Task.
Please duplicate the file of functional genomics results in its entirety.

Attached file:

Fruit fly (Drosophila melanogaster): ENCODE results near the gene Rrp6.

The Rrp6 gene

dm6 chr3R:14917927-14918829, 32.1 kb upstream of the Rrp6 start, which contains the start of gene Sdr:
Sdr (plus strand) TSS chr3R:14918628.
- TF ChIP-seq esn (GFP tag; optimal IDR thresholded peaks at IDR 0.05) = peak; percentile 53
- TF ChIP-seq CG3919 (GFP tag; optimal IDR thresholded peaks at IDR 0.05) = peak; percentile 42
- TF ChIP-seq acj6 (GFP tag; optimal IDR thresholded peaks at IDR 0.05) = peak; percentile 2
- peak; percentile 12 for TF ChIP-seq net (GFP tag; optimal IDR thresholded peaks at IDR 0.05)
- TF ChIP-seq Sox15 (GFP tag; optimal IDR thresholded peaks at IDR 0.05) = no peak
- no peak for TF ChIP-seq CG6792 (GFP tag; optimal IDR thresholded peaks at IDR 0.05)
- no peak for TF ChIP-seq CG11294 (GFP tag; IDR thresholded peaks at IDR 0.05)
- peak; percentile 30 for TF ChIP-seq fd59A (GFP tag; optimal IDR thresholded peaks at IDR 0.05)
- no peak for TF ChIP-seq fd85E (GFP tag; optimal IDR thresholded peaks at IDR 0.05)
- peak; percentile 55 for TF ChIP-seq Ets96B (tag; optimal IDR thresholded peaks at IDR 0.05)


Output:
Fruit fly (Drosophila melanogaster): ENCODE results near the gene Rrp6.

The Rrp6 gene

dm6 chr3R:14917927-14918829, 32.1 kb upstream of the Rrp6 start, which contains the start of gene Sdr:
Sdr (plus strand) TSS chr3R:14918628.
- TF ChIP-seq esn (GFP tag; optimal IDR thresholded peaks at IDR 0.05) = peak; percentile 53
- TF ChIP-seq CG3919 (GFP tag; optimal IDR thresholded peaks at IDR 0.05) = peak; percentile 42
- TF ChIP-seq acj6 (GFP tag; optimal IDR thresholded peaks at IDR 0.05) = peak; percentile 2
- peak; percentile 12 for TF ChIP-seq net (GFP tag; optimal IDR thresholded peaks at IDR 0.05)
- TF ChIP-seq Sox15 (GFP tag; optimal IDR thresholded peaks at IDR 0.05) = no peak
- no peak for TF ChIP-seq CG6792 (GFP tag; optimal IDR thresholded peaks at IDR 0.05)
- no peak for TF ChIP-seq CG11294 (GFP tag; IDR thresholded peaks at IDR 0.05)
- peak; percentile 30 for TF ChIP-seq fd59A (GFP tag; optimal IDR thresholded peaks at IDR 0.05)
- no peak for TF ChIP-seq fd85E (GFP tag; optimal IDR thresholded peaks at IDR 0.05)
- peak; percentile 55 for TF ChIP-seq Ets96B (tag; optimal IDR thresholded peaks at IDR 0.05)